For example: Improv. I cannot rave about Improv enough. I’m telling you, improvisation skills are the first key step in our spawnlings future. I’ve said it before, and I’ll probably say it again – Improv builds resilience and creative thinking. It encourages spawnlings to not be afraid of the unknown. Instead, improv encourages them to embrace it. To say YES and see where it takes them.When I wrote about Improv previously, I introduced you to the awesome Stony Brook University (US). They have the Alan Alda Center for Communicating Science, and offer a grad course on improv to help fresh scientists express their ideas without sounding like a text book.

Now, imagine a school that combines both ASMS and the Alan Alda Centre…

THAT’S the school I would send our spawnlings too! The kind of school that blends disciplines within a STEM focused environment. The kind of school which encourages thinking across multiple fields to find the solution.

When I think of THAT kind of school, I remember a study years back—tracking the migration of whale sharks. Seems like fairly standard marine biology research. And yet, when they hit a snag with how to track whales through markings on the skin, the researchers turned to … Astronomers? You bet! They used the same algorithms from the Hubble telescope for starscape surveys to track individually marked whales. Creative alternative human thinking.


That’s the advantage our spawnlings will have over computers.

Next post in this series, I’ll look at the impact of future AI on the humanities. Yeah, I wasn’t sure about that combination either, but cross-discipline development is the way of the future!!

And if you know of schools like ASMS, share them in the comments. 

 

Sydney Writer’s Festival

Sinister’s school class had an excursion yesterday. All the way over to the Sydney Writer’s Festival.

His teacher was rather considerate and even gave us a list of writers appearing on the day, including Liz Pichon.

For those minions who do not have pre-teen spawnlings reading and doodling all over the notebooks, Liz Pichon is the author of the infamous Tom Gates series.


Tom Gates is your average year-5 spawnling, just surviving every day by regularly escaping through his daydreams and doodles. According to Sinister, it’s pretty spot on with the inner dialogue, and the presentation within the book is unique and refreshing. 

He’s not the only one who thinks so – Liz Pichon was very popular at the Festival; boys and girls alike.

The Sydney Writers Festival is an awesome opportunity for writers to share their insights, and for readers to support the greater literary community.
For kids, they learn about some basic creativity skills – and get a day out of school grounds too. 

It was good thing the teachers gave us a heads-up about attending guests; gave me extra time to ensure Sinister had his book ready to be signed.


Of course, now he has devoured that book again, we need to work our way through the current family stack again.


I don’t think we’ll be obtaining any more autographs just it… Unless Mr Riordan is up for some travel?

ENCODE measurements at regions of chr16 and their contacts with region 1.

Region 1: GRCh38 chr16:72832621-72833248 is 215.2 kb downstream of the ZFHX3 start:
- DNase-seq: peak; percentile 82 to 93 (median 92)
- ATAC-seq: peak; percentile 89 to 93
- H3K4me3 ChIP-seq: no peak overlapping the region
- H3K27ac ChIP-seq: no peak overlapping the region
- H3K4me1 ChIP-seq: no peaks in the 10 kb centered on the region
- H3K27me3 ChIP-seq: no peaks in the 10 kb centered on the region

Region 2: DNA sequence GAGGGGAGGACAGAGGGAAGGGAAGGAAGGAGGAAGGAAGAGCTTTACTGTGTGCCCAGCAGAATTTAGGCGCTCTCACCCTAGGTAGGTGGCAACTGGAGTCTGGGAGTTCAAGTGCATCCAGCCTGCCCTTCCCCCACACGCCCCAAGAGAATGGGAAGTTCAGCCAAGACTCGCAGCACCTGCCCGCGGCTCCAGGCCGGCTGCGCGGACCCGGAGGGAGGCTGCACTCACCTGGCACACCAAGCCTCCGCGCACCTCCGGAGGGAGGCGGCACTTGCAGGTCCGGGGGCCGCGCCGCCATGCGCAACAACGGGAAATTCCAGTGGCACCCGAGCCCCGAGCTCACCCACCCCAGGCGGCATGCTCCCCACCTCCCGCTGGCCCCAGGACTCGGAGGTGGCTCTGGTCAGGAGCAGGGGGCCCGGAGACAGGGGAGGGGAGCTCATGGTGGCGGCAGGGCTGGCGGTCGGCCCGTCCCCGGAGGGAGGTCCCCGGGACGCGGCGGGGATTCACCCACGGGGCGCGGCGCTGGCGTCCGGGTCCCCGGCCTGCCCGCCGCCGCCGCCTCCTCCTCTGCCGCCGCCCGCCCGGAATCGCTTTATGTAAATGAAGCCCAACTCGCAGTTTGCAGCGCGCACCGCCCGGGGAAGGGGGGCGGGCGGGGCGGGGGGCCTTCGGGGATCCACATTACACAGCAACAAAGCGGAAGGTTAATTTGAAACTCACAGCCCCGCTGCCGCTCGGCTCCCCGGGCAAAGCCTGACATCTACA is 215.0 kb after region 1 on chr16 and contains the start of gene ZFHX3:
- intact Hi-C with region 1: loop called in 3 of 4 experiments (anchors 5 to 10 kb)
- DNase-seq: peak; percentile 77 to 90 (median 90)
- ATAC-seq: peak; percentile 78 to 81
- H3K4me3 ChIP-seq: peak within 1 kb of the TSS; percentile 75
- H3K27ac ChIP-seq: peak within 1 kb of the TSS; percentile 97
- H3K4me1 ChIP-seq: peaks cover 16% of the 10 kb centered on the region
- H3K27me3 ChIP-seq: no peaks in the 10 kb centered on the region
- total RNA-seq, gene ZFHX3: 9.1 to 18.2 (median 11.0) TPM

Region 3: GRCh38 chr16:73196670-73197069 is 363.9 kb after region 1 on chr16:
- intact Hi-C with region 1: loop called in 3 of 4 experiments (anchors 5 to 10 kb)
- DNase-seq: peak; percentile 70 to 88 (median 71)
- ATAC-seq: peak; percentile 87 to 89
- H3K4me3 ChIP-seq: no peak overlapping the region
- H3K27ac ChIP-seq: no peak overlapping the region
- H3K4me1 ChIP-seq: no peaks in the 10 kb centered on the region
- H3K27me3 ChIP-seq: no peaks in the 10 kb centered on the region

The Sydney Writers Festival ends this Sunday with a huge kid-friendly event: Glowtopia. It’s held at the Bangarra end of the Rocks, filling up the entire length of Pier 4/5 with artists, music, authors, storytelling and roaming book characters to find (Hello, Waldo…) 

Fun starts around 10am. Liz Pichon will be there around 1.30pm, along with many others. Check the website for more. 


Sinister Cleans Up – DIY Terrarium

Sinister is starting off his school year by creating his own world to command and conquer.

I like this teacher already.

Sinister is in Year 5 OC (Opportunity Class – like a Gifted program in the public school system). In Science they are studying Space – Significant astronomers; Creation of the Golden Record; How to Survive in Alien Environments (biospheres).

As part of his assignment, Sinister has chosen to develop his own terrarium, focussing on the creation of a self-sustaining environment.

It’s a huge project but he is already noticing how to break it up into smaller scientific components.

For example: we bought a demijohn glass jar on eBay for $20 to house his terrarium (with cork plug). However, it needed a clean.

After a bit of research, Sinister came up with the following:

Hypothesis: That we can clean the demijohn with vinegar and uncooked rice; that the vinegar would wash and disinfect the jar without leaving a heavy chemical residue; that the rice would lightly scrub the jar without scratching.

Method:

  1. Pour about a litre of plain white vinegar into the large demijohn.  
  2. Add about a cup of uncooked rice  
  3. Put in the cork and shake it like a Polaroid picture… Well, make sure you use two hands; it’s heavy!!
  4. Empty out the vinegar and rice
  5. Rinse out with copious amounts of water.

Results:

  

Damn thing pretty much glistens. This mini-experiment produced the exact results he was looking for.
Next week: Sinister figures out how to fill and build the soil layers for his terrarium. That’s a tight neck there on the demijohn … But he has a plan!

Forensic Fridays: The Spawnlings Are Taking Over

I know, I know.

Forensic Fridays took a weeeeeee holiday of late.

However, they are starting up again. And mostly because of Sinister (now 9yo).

We have returned to school (in fact, we are Week 3, I think), and already the EG-spawnling has received a rather hefty assignment (more on his education at a later date).

A lot of his assignments have experiments or ‘project’ elements to them. For example, the first one he will share is to build his own terrarium based on the concept of a biosphere.

Sinister is not the only one in full-on project mode. Nefarious has his own obsession happening: He wants to build a Lego Empire State Building. We’re not talking some little bunch of bricks in the shape of the Empire State Building either.

We’re talking research the dimensions of the Empire State Building; calculate the ratio to a workable size with Lego; calculate the number of Lego pieces required; understand the structural support required with the size; etc, etc.

And yes. We will share that one too.

So Forensic Fridays are about to start up again, in a full intensive manner – as becoming of EG Inc.

I love my little spawnlings, but they keep me on my toes.

There are going to be some new sub-headings with the Forensic Fridays for the spawnlings to share. Starting with Sinister tomorrow.

 

Hour of Code 2015: Minecraft

Hour of Code has started this week.

If you need a refresher on what Hour of Code is:

The Hour of Code is a global movement reaching tens of millions of students in 180+ countries. Anyone, anywhere can organize an Hour of Code event. One-hour tutorials are available in over 40 languages. No experience needed. Ages 4 to 104.

– Hour of Code

It is a great opportunity for anyone to gain a taste of coding. On the Hour of Code website alone, there are three (3) tutorials on the front page, followed by a bunch of opportunities to take your coding beyond the ‘hour’.

Continue reading